'It's Our Turn' — Terence Blanchard's New Opera Is Rooted In The Black Experience | St. Louis Public Radio

'It's Our Turn' — Terence Blanchard's New Opera Is Rooted In The Black Experience

Jun 14, 2019

Terence Blanchard knows from experience that an opera that sounds and looks different from the classic repertory can bring new audiences to an old art form.

“An elderly African American man came up to me” after a performance of Blanchard’s jazz-infused opera "Champion" in 2013, the trumpeter/bandleader recalled, “and he said: Man, if this is opera, I will come.”

With his latest magnum opus, Blanchard wants to continue changing popular perceptions about opera — particularly, what stories it can tell, and who does the telling.

“Fire Shut Up In My Bones,” based on the memoir of New York Times columnist Charles Blow, makes its world premiere Saturday at Opera Theatre of St. Louis.

Blow, 48, became The Times’ graphics director at age 25 and has been an opinion columnist for the paper since 2008. As a writer and frequent guest on cable news programs, he’s a sharp-eyed critic of white supremacy in the United States.

Anti-black racism is not the central conflict of Blow’s memoir, which describes traumas he endured in his childhood and college years. But the piece draws extra power from simply calling upon black artists to tell a story rooted in black experience.

Blanchard, librettist Kasi Lemmons and all of the opera’s characters are African American.

“As a black woman and an opera singer, I don’t [get to] sing about myself,” said Karen Slack, who plays Blow’s mother, Billie. “To me, the thing is, are these real-blooded stories, told by black people, through black people?”

The answer in this case is: Yes.

Terence Blanchard, photographed at St. Louis Public Radio in March.
Credit File | Evie Hemphill | St. Louis Public Radio

“You start to realize, 'OK, it’s our turn.' It’s our turn to expand this experience for a lot of people,” Blanchard said. They can include audiences unaccustomed to hearing black stories onstage as well as artists of color who struggle to find professional opportunities in the predominantly white world of European classical music.

“If I’m going to be in [the opera] world, I’m going to do what I can to create those roles,” he said.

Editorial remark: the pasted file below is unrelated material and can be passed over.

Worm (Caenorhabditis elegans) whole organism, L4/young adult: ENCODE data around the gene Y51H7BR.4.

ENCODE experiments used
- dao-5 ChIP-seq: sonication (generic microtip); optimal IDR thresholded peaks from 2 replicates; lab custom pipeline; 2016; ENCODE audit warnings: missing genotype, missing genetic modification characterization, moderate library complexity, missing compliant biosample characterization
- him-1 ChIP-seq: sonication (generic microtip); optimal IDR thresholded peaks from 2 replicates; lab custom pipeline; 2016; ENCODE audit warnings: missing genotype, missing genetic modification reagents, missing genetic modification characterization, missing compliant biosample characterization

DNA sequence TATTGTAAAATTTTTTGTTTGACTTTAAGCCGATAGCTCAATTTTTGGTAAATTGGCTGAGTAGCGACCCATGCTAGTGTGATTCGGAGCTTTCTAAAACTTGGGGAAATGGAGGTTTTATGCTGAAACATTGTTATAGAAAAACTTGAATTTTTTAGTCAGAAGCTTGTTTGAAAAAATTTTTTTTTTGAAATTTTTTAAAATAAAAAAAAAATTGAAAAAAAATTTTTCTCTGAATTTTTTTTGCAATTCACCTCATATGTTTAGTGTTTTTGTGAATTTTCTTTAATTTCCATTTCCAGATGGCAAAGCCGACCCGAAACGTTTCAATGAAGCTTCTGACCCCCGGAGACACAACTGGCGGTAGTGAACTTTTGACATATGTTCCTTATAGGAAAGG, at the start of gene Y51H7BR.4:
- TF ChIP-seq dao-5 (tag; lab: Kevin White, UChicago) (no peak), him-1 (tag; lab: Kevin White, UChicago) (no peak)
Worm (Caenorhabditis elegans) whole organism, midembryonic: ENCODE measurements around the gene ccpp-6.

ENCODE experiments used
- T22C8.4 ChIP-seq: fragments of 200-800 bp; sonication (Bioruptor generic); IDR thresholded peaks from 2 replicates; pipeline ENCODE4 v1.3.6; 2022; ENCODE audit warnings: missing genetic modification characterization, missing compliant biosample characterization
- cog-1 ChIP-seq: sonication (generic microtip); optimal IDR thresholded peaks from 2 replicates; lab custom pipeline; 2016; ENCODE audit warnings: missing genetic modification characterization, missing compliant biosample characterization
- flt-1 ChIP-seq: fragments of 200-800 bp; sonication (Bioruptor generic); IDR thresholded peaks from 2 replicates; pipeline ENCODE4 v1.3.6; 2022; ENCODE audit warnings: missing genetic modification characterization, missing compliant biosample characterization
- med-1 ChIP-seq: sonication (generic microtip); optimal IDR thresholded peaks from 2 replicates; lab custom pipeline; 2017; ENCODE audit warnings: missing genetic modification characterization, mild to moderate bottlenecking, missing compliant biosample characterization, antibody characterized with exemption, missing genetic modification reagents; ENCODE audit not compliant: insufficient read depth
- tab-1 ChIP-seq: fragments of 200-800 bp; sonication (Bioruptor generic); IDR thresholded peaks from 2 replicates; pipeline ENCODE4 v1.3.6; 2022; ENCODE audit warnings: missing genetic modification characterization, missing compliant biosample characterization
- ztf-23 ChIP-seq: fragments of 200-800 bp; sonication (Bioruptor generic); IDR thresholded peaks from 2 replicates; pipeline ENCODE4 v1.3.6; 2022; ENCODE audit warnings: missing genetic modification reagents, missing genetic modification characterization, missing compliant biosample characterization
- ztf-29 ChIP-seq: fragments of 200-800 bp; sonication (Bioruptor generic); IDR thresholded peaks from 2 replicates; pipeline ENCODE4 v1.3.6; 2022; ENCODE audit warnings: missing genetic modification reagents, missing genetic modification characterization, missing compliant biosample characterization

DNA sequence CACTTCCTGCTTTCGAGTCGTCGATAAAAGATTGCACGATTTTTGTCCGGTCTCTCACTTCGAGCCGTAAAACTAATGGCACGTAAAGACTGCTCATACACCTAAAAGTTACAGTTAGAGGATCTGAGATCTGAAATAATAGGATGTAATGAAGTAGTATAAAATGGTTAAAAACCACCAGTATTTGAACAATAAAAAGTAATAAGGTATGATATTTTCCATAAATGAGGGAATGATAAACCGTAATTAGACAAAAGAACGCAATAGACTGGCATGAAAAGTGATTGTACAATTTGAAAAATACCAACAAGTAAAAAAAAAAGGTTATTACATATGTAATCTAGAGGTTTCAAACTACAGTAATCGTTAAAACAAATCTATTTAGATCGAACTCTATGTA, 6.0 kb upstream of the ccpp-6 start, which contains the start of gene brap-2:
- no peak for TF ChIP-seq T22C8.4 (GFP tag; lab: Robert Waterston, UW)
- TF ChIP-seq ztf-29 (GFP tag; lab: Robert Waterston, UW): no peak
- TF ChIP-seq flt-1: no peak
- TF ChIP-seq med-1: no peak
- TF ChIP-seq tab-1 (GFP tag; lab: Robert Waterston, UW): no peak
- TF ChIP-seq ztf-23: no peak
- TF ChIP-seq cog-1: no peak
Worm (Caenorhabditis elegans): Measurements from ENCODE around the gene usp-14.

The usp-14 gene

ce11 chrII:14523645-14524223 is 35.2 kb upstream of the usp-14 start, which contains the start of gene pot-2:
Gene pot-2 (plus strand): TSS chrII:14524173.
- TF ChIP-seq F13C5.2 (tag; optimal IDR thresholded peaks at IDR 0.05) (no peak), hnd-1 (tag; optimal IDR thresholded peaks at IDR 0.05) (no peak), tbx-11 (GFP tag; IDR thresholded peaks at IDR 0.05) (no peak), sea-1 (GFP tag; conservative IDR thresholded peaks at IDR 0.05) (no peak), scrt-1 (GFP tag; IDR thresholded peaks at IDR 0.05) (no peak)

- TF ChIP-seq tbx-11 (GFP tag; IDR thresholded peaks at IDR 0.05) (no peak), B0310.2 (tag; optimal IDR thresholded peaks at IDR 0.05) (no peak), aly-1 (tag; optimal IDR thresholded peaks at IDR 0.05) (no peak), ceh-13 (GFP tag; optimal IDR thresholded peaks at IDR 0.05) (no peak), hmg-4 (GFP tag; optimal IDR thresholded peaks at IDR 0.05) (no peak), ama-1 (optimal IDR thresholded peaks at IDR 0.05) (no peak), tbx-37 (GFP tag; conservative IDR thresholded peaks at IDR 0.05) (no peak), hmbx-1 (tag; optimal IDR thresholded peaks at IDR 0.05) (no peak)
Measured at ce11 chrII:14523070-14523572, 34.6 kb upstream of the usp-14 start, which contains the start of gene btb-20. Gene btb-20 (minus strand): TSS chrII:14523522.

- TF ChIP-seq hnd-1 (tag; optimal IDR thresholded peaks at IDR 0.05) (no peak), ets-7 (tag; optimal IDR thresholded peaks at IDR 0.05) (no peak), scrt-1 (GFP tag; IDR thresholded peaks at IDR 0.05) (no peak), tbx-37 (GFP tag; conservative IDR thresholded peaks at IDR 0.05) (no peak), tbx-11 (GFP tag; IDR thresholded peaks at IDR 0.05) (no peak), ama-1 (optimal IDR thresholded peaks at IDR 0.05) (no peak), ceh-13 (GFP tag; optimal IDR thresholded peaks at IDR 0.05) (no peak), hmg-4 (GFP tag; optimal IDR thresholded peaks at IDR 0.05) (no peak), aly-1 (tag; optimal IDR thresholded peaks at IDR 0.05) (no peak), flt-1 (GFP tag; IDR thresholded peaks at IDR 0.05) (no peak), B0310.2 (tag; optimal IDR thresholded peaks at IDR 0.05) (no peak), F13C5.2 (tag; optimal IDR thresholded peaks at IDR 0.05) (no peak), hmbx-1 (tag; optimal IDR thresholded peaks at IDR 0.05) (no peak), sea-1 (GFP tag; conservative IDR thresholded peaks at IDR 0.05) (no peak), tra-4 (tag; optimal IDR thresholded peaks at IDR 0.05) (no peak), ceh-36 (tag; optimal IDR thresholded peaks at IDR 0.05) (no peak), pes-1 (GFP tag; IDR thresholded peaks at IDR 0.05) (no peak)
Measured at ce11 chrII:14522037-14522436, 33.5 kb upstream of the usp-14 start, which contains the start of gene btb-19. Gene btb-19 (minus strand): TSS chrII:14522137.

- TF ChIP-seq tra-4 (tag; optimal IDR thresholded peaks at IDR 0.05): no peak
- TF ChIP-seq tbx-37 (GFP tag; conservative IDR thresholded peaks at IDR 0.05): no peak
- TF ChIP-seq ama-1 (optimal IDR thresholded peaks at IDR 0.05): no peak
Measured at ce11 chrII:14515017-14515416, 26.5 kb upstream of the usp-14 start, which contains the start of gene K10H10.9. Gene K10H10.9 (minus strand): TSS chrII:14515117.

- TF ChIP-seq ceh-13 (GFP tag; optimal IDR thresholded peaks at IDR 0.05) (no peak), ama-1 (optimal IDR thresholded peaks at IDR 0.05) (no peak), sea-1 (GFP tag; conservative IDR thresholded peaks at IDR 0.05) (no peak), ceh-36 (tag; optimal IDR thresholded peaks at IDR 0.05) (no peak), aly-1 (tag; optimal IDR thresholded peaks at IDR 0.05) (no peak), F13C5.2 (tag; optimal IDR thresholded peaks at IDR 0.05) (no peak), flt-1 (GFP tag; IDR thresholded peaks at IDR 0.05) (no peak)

This is a moment in American opera when new voices are claiming more opportunities to tell their stories. “The Central Park Five,” an opera about the black and Latino youths who were wrongly imprisoned for raping a female jogger — a crime for which they were later exonerated — is making its premiere at Long Beach Opera. “Blue,” which is set amid the Black Lives Matter movement, premieres at the Glimmerglass Festival in July.

Librettist Kasi Lemmons joined Friday's "St. Louis on the Air" ahead of the world premiere of "Fire Shut Up In My Bones."
Credit Evie Hemphill | St. Louis Public Radio

Blanchard is a six-time Grammy Award winner, bandleader and prolific composer of film scores. He’s had a long association with Spike Lee, and wrote music for films including “Jungle Fever,” “Malcolm X” and “BlacKkKlansman.”

“Champion" was his first foray into opera as a composer, though he’s a longtime fan. Like “Fire Shut Up In My Bones,” it was a joint commission by Opera Theatre of St. Louis and Jazz St. Louis.

Blow writes in his memoir of being sexually abused by a family member as a child in rural Louisiana, and struggling to grapple with his emerging bisexuality amid the hyper-masculine worlds of school sports and his college fraternity, of which he became president. Raised by a single mother, he was an academically gifted child who frequently felt like an outsider.

“Champion,” about the gay, black boxer Emile Griffith, also dealt with the complications of sexuality in a heteronormative society.

Jeremy Denis and Davóne Tines each portray Charles Blow in "Fire Shut Up in My Bones," the new opera based on his memoir.
Credit Eric Woolsey

“It has to do with family, with community, with rejection and growth and resilience,” said Davóne Tines, who plays the adult Charles Blow. (The protagonist is represented as a child by Jeremy Denis.) “But it also has to do very specifically with what it means to be a queer, black male in America and the complexity of living that existence.”

Contemporary opera can speak directly to the current social moment, Blanchard said, and that’s nothing new.

“That’s what Puccini was doing. That’s what all of those guys were doing. They were taking stories that were relevant to their communities and staging them,” he said. “And I think opera has, I don’t want to say the duty, but it could have the responsibility of really affecting a lot of people’s lives.”

In his score, Blanchard wove together a blend of European classical influences and black American music. To pull it off, members of the St. Louis Symphony Orchestra are augmented with a jazz combo.

The mix of styles is emblematic of his Blanchard’s broader concert with this project.

“I want it to sound like a hybrid of all of these genres: jazz, blues, orchestral music, operatic music, all coming together to tell one man’s story,” Blanchard said. “The whole idea behind this country has been to allow all of these cultures to come together to create something unique, something that’s never been done before. And that’s what I’m trying to do with this particular piece.”

Jeremy can be found on Twitter @jeremydgoodwin.

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